“How I realized I was wrong about the afterlife”

This is a guest post by Matthew O’Neil, author of After Life: Solving Science and Religion’s Great Disagreement

When I awoke after my heart attack in 1998, I was told I was clinically dead for a short while. My mind, at 14-years-old, told me I should have seen a tunnel, bright lights, deceased family members, and feel a warmth unlike any other. However, I did not. Convinced I was going to remember it in a dream, through hypnosis, or some other means, I made myself okay with not experiencing what I saw in other people’s claims of near-death experiences. When I had dreams with my grandfather telling me he missed me, it confirmed for me that there was something in those dreams I had to discover or remember. Moreover, when I received, at my request, a copy of Victor Stenger’s God: The Failed Hypothesis as a Valentine’s gift, I realized there was a powerful disconnect between what I believed and the real world.

After leaving the Catholic faith about a decade ago, my views had predominantly been shifted, and focused on, the concept of there being a god and any supernaturalism related to the figure of Jesus of Nazareth. While the afterlife certainly is part of the mythicism of Christianity I rejected, the word “but” always seemed to follow it. As in “I do not believe in the afterlife, but perhaps that is a part of our understanding of the world that we have not been able to conceptualize scientifically.” My issue was not that I was asking the wrong questions, it was that I was not asking the question at all.

Even with the shift in my philosophical and scientific understanding of the natural world, I still was unable to see the universe surviving without me. I gave room for such thoughts to permit me still the comfort that, even though I do not believe in such things, there might still be a minute chance of my being conscious after I pass away. I wrote my graduate thesis, which even helped me discover how far removed modern society is from the concept in the Bible. This showed me a separation of God from his people, a Greco-Roman themed valley of death, and Satan being a powerful demon rather than the ruler of hell, and even a complete lack of hell altogether, and I stayed firm in my position of not believing, but still hoping.

When I proposed the concept of my fourth book, After Life, to Ockham Publishing, building off of my graduate thesis, I had no idea that another rude awakening was waiting for me. This came when I started to research the scientific realm and was recommended a name: Sean Carroll. Carroll explained such a complex topic in such an easy to understand way. How he was able to explain Quantum Field Theory, how it disproves the afterlife, and how he definitively stated at a Freedom from Religion Foundation conference “…we can say that there is no life after death” made me shudder and feel very empty the first time I heard it. He stated everyone has a brain, made of atoms, and we do know how those molecules work. We have a breadth of knowledge about how the atoms in our bodies work, and how there is no room in the equation that demonstrates this. So for anything to affect those atoms after our death, then there is no way for our consciousness to leave, let alone persevere, beyond our death.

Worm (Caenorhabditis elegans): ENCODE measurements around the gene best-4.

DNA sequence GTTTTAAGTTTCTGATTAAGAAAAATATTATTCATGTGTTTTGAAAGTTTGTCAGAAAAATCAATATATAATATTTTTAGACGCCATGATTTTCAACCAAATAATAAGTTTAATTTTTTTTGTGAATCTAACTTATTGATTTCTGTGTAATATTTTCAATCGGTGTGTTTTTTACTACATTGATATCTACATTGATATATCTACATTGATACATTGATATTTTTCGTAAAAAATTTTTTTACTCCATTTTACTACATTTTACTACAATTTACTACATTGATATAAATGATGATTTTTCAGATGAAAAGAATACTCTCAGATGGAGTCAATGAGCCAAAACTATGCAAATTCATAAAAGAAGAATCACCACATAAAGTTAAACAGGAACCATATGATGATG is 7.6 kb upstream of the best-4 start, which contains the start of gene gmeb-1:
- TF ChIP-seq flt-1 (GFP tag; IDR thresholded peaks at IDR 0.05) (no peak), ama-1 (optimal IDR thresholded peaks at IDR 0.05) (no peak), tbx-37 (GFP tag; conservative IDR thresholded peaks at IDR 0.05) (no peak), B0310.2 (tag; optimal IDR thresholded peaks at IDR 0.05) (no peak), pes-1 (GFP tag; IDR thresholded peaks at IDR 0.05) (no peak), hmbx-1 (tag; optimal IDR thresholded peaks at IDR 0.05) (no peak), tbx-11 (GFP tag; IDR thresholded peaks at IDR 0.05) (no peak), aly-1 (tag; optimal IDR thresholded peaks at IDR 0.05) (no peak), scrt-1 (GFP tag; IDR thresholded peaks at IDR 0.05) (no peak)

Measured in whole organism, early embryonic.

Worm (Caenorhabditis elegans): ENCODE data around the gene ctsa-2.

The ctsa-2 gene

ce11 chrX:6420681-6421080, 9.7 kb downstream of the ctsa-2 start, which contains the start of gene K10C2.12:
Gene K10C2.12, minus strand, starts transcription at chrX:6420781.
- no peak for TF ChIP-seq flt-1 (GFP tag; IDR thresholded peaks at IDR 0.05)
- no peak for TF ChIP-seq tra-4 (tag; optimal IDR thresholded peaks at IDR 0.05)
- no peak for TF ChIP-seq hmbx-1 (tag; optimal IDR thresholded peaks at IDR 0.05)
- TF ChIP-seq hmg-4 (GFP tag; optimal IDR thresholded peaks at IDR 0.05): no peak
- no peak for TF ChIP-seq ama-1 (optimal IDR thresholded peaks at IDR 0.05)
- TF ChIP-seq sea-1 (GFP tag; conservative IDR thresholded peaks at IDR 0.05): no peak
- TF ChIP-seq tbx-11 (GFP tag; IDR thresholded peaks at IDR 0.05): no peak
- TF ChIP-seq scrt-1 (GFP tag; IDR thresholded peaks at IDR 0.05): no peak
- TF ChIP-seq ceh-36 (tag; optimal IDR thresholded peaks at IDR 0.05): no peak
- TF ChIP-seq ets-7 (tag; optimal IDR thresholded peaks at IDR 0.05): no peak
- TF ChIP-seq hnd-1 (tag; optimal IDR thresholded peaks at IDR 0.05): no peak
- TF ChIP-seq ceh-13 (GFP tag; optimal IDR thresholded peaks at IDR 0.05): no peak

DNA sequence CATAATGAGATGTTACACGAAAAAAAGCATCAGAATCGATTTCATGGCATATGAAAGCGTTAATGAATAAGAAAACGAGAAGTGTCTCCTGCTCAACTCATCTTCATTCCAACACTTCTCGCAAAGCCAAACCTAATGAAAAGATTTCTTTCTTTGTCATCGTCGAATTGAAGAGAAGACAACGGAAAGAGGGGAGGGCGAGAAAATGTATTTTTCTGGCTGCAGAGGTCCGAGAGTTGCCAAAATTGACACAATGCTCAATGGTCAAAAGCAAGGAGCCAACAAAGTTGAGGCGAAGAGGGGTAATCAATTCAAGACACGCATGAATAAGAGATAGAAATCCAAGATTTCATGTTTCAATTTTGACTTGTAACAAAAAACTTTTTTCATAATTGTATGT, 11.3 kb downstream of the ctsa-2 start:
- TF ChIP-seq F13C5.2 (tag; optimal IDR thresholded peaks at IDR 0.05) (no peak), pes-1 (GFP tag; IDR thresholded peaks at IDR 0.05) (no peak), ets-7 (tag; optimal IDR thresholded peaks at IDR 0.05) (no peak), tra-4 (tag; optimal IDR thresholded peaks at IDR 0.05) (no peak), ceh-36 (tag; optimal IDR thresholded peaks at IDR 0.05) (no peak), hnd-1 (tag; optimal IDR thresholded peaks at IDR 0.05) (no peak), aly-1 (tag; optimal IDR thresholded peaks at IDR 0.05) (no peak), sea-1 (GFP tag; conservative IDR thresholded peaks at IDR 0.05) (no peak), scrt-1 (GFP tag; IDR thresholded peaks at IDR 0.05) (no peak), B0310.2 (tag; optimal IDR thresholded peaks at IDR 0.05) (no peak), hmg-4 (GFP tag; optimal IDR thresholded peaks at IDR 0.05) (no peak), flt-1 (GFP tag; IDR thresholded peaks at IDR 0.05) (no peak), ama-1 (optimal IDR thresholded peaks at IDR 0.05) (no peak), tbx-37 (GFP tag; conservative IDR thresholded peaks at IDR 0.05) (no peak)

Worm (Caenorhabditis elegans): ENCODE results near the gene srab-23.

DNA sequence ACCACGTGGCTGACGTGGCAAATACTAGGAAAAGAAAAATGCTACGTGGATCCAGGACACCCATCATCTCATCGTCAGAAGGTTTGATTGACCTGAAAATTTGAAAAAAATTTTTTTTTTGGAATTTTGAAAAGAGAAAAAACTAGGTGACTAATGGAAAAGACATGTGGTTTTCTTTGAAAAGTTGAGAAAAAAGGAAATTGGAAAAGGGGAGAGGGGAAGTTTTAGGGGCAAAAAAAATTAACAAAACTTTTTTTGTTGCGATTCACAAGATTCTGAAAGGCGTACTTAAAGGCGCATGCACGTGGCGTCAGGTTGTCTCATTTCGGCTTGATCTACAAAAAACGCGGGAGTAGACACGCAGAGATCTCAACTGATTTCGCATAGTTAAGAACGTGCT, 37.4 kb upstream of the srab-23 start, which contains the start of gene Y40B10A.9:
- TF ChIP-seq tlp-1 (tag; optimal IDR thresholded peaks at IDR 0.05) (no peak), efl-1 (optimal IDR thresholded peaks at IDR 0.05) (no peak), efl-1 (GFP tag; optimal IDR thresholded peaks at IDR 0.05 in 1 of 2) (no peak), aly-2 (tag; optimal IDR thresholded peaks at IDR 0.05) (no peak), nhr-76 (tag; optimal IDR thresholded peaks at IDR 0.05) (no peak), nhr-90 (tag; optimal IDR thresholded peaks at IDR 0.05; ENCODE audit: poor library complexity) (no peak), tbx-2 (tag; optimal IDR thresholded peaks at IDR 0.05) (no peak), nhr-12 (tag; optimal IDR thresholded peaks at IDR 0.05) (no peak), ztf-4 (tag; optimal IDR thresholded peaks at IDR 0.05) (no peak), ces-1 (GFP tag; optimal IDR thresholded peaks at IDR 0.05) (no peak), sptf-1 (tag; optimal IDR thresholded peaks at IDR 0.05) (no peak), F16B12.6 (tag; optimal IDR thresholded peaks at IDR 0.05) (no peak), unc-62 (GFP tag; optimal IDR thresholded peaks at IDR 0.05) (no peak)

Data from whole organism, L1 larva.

As I continued with my book, I had the same intense, sad feeling I’d had when reading Stenger’s book about a decade before. It was uncomfortable; it was concerning; the idea that what I experienced when I was 14, that of nothingness, was truly what death felt like. An eternity of experiencing nothing. However, if it is nothing I will experience, then I will not be conscious of that time frame. Moreover, as science also dictates, what ends up making me me, namely carbon, will be released back into the universe and will become a part of life in may other areas. Plant life, sea life, and even soaked into the earth to become part of a volcanic eruption in several hundred million years. A pretty epic send off if I do say so myself.

Once I finished writing After Life, I ended up walking away noting that this experience was one I needed to keep in mind with all assumptions I had about thoughts and beliefs that gave me comfort. Was I only confirming what I already believed to be true, or did I have evidence to demonstrate the facts of the matter? It turns out I need to start asking those questions I’ve been too comfortable in my ignorance to ask. Like why I am continuing my education by pursuing a Ph.D. in Biblical studies when it was two physicists that made life-altering belief shifts for me.

Matthew O’Neil is an activist, theologian, and teacher. He has an MA in theology from Saint Michael’s College, and he is a certified Humanist chaplain and celebrant. He is the author of You Say That I Am: Jesus and the Messianic Problem and writes for the Danthropology blog through the Patheos network. He lives in Saint Albans, Vermont.

After Life
After Life

How to Respond to Door-to-door Evangelists and Hotel Room Bibles